Bill Klein has a system. Each time he arrives in a new city:

First, he looks for a Starbucks.

Then he looks for trouble.

As an instructor for Homeland Security Programs at West Virginia University, it’s Klein’s obligation to seek out the trouble. The Starbucks is just to keep him well-caffeinated while he’s at it.

HSP@WVU uses grants from the U.S. Department of Homeland Security Federal Emergency Management Agency to design and develop free training for first responders. Courses are offered online or through direct delivery – one-or two-day classes taught by experts in the field.

Klein is one of the experts. He spent nearly four decades as a police officer and firefighter in New York. Now he travels around the country teaching the finer points of emergency management to those who need to brush up on their skills – university officials, public safety officers, transportation experts, local government leaders, utility managers and first responders.

That’s where the trouble comes in.

Each city Klein visits has a unique set of challenges. Some are overwhelmingly occupied by the elderly. Some are littered with industrial plants. Some have only one way out. Some flood.

Klein drives until he’s familiar with the landscape and the potential pitfalls in the case of a disaster.

“I put myself in my students’ position,” Klein says. “I want to know what they’re thinking about.”

Then he gathers the appropriate first responders and community officials. His goal is to teach them how to work together to provide the best prevention, protection and recovery in the face of danger. Basically, he wants them to play nice. “Sandbox 101,” he calls it.

Homeland Security Programs – a division of the WVU Research Corp. – currently offers two direct-delivery courses: “Homeland Security Planning for Campus Executives” and “Emergency Planning for Special Needs Communities.” Klein teaches both. HSP also offers five online courses.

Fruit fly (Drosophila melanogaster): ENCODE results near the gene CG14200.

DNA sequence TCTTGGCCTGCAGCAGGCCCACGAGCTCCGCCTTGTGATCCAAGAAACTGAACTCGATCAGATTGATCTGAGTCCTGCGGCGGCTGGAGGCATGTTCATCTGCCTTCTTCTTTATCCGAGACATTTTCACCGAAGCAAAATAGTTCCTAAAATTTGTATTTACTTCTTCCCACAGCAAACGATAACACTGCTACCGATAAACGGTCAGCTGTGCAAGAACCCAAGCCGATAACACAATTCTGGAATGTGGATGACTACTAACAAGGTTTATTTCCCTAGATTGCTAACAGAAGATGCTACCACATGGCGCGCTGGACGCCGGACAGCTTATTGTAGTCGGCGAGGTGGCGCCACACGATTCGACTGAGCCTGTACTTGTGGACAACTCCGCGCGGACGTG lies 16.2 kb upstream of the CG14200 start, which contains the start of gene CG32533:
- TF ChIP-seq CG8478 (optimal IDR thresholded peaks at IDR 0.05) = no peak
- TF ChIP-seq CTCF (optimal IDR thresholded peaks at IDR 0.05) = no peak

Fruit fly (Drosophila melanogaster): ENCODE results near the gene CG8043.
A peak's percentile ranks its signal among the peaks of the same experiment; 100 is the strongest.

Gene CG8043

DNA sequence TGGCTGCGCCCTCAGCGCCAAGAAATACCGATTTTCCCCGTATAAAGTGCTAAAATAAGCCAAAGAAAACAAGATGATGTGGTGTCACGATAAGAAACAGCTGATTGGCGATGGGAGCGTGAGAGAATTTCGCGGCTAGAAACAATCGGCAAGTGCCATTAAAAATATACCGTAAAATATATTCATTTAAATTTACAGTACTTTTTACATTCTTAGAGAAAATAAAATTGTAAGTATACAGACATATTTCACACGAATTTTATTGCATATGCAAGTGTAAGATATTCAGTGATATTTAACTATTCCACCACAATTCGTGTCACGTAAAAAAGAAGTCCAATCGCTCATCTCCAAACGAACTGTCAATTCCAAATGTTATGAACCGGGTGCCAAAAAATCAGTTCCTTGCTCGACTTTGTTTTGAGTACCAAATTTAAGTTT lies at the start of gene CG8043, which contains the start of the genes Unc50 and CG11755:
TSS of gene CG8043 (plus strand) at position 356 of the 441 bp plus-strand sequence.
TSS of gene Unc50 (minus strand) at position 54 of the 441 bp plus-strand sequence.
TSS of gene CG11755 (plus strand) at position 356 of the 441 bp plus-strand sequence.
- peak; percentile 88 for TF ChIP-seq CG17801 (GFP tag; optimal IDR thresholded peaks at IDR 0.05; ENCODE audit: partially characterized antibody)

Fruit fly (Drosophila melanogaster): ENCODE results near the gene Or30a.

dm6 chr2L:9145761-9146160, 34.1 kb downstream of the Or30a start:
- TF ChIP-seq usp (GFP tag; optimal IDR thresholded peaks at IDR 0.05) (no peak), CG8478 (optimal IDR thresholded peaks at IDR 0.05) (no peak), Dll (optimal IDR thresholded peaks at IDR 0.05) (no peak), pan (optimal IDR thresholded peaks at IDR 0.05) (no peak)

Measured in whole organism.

The country first saw the need for such training after Sept. 11, when hundreds of independent agencies cobbled their resources together to respond to the terrorist attacks. The need for first responders to work in unison was reinforced four years later when Hurricane Katrina hit the Gulf Coast.

WVU began offering such training in 2007 and has since expanded its course offerings and tripled its enrollment to 1,200 online and direct-delivery students. Director LaRue Williams expects the program to continue growing, partly because its online component makes it convenient, and partly because the courses are fully funded through FEMA.

Those were two huge benefits for Helena Chapman, a medical student studying in the Dominican Republic who enrolled in HSP’s online Forensic Epidemiology course to brush up on public health.

“It was a really unique course,” Chapman says. “And it was free – it’s free knowledge for health professionals and students.”

She completed the course in two days and found that it offered perspectives from first responders that she hadn’t considered as a medical professional.

Gaining new perspectives, says Klein, is the beauty – and the point – of the program.

One of his students compared it to a picnic: If everyone brought hot dogs, it wouldn’t be much of a party. But when some people bring hot dogs, others bring soda and a few spring for peach cobbler, the result is fantastic.

“When we bring all the different players together, we can make things happen,” Klein says.

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By April Johnston
Senior Writer
WVU News and Information Services



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